Alphonso of Castile's words have a charm like those of Seneca. " If he had been present at the creation, he could have given some useful hints for the better ordering of the universe." Ah, if Alphonso had only realized that a part of creation was there in his own power to refashion, if he would ! The responsibility for the unequal order of society that prevailed in the Middle Ages, when he lived, was not chargeable on the creator, but on men themselves, — and particularly on those lords and princes to the number of which Alphonso belonged. He might easily have given a better ordering to his little part of the universe, and set an example to the other princes about him, whereby oppressions and robberies and all manner of despoilings of the weak by the strong might have in some measure ceased.
It is strange, when we bear in mind the ideal nature of morality, to hear that morality must be based upon facts. Morality is not really a question of facts, but of the right of facts to be, of their correspondence with a standard of the mind. For all scientific hypotheses we must look for a foundation in the world as it is ; for they are nothing but attempted explanations of the actual order of things, and we believe in them more or less, as there is more or less evidence from facts in their favor. But morality is in its nature an ideal and a rule, and we can account for many of the phenomena of history and of human life to-day only on the supposition that morality was not and is not heeded, and perhaps not even thought of. Base morality on facts ? Which facts ? There are innumerable facts, an induction from which would only give us immorality. The good facts, then ? But plainly, this is moving in a circle. In truth, there is nothing on which to base morality. We do not so much find it, as demand it in the world.1 All the separate moral rules may be resolved into the supreme one, — to seek the general welfare, the universal good. But who can give a reason for the supreme rule ? Indeed, no serious man wants a reason. The supreme command appeals immediately to the human mind; it is an assertion of the human mind. No honest man wants a reason why he should do right any more than why he should allow the sun to be in the heavens. The sun is there, and he sees it; and joy and light and warmth come, he knows, from living under its influence. So with the idea of the universal good: to know it is to love it; to become simply aware of it is to feel it to be the true sovereign law of our lives. And not to own it, — not to own the several forms in which it comes to us, — what is this but to make ourselves wanderers and waifs on the earth ; yes, to contradict the universal law of existence, since even the atoms own their attractions, even the senseless rain owns its bond to the sea whence it came ? Man belongs to the idea of the universal good ; he is only himself as he acts from it and for it.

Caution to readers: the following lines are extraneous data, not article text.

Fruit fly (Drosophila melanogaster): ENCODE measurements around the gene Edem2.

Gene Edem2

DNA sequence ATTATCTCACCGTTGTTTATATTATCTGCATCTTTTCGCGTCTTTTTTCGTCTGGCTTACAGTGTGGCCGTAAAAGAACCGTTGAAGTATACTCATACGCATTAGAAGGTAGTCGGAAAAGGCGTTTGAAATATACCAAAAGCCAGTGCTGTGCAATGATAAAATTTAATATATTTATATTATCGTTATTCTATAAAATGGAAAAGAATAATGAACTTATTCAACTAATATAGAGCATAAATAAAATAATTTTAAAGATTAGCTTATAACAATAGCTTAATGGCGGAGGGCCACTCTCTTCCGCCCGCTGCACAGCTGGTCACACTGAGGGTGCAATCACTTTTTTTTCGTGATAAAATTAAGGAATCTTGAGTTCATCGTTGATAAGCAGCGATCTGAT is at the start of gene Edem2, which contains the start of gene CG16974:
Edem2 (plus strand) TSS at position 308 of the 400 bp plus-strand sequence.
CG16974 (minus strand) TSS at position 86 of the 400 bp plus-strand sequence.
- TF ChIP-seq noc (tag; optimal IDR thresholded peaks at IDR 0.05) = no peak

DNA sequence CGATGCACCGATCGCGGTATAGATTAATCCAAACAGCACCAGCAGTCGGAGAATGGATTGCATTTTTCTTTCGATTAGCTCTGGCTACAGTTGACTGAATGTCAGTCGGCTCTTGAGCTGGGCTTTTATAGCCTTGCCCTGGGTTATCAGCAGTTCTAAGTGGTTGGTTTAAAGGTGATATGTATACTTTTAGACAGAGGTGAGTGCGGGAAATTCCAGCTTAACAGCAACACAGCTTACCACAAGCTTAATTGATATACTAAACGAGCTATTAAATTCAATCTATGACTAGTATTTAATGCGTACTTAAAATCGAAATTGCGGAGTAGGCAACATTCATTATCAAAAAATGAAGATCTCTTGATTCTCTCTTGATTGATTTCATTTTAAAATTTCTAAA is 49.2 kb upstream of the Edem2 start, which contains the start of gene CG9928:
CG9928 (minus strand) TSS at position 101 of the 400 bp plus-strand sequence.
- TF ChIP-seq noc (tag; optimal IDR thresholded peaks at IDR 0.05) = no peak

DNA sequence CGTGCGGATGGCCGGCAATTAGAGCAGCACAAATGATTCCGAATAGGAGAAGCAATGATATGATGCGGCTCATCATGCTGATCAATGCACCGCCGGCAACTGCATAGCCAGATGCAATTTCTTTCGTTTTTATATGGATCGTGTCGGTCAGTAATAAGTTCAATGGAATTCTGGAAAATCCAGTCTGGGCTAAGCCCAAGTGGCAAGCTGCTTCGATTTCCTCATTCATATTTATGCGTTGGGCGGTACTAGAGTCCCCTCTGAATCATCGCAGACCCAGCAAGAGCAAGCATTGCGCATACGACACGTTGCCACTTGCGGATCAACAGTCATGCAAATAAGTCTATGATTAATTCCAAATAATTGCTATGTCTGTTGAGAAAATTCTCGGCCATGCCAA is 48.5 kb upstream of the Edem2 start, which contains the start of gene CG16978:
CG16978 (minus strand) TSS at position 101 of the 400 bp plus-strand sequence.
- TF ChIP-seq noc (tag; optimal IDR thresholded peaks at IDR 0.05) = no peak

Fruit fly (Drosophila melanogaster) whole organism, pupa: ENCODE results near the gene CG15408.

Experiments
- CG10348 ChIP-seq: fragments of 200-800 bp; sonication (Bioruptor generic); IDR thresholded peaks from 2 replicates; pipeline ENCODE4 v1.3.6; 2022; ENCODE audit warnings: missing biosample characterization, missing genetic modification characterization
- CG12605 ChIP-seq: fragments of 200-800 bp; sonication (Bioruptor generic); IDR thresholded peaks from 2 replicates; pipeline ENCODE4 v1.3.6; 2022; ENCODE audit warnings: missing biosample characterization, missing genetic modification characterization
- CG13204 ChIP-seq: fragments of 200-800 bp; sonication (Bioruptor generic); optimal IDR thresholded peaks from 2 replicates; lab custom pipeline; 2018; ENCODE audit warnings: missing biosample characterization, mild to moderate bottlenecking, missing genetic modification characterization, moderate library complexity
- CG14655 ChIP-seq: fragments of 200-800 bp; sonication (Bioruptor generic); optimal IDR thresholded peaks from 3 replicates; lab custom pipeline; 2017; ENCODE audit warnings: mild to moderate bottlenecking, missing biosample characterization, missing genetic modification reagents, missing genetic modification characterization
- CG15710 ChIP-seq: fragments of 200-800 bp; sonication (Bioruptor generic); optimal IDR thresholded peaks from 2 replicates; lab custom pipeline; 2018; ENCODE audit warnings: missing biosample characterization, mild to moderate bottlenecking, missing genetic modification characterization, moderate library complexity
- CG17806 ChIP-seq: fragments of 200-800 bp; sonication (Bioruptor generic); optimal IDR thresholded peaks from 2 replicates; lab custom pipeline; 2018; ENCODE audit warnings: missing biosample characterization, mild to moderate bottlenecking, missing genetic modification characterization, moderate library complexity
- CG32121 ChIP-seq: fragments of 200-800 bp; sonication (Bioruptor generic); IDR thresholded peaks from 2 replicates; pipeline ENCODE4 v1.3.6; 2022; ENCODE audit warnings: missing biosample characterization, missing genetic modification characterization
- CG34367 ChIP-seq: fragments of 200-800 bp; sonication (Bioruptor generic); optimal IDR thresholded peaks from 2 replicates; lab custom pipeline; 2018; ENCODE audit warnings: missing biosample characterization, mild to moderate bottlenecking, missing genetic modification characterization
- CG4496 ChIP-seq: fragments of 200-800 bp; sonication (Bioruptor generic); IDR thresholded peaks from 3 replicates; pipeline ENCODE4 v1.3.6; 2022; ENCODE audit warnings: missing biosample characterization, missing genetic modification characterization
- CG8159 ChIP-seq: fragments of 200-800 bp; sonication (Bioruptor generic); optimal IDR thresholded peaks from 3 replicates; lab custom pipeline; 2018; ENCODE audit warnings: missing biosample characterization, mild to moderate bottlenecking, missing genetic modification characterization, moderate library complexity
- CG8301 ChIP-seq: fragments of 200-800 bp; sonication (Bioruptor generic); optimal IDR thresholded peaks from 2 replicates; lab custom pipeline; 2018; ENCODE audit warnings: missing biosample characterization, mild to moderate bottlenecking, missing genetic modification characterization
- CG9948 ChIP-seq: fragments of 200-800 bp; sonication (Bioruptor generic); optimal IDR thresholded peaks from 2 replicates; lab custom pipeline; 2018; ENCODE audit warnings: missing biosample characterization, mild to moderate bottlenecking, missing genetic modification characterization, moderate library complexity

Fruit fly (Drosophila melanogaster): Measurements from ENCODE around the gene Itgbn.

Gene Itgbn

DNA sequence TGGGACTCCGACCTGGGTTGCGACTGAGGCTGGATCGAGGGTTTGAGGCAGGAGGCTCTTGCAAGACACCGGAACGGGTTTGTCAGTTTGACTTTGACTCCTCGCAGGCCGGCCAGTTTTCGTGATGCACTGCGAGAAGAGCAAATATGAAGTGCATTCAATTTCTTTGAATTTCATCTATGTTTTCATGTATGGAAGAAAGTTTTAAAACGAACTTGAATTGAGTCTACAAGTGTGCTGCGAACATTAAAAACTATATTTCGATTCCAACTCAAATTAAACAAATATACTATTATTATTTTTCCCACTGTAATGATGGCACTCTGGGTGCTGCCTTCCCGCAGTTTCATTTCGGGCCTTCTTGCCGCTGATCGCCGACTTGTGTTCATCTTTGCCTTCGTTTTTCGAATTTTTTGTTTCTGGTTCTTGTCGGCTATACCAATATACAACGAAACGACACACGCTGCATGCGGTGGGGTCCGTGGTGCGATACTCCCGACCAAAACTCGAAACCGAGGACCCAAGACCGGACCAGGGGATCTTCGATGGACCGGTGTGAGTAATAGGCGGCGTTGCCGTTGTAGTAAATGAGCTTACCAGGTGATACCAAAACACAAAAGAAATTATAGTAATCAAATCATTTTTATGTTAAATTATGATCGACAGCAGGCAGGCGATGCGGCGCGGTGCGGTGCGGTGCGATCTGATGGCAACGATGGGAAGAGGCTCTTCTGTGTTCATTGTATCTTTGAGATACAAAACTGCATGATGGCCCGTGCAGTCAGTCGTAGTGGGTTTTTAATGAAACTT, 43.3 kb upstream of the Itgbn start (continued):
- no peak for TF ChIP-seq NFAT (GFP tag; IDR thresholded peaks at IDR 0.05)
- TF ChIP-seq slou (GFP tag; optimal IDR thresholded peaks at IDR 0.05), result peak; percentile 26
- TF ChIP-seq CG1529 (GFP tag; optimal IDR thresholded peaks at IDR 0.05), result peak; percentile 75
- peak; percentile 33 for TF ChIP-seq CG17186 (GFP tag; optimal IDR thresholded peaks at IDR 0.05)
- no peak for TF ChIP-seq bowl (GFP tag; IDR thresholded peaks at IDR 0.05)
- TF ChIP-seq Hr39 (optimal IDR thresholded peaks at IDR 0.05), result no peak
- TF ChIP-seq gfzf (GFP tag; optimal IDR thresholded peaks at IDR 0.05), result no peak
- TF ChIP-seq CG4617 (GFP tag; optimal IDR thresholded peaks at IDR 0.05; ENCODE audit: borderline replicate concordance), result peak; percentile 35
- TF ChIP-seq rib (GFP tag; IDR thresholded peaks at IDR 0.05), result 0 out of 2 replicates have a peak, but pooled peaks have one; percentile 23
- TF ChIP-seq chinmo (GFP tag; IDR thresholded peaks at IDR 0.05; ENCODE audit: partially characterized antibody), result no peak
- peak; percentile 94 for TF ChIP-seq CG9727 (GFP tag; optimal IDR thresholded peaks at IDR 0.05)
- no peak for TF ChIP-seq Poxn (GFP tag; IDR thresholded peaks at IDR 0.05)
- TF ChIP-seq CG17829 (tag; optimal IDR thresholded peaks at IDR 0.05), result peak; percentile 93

1 Amiel, "the sweet-souled Genevan mystic," says: "It is not history which teaches righteousness to the conscience; it is conscience which teaches righteousness to history. The actual is corrupting; it is we who rectify it by loyalty to the ideal".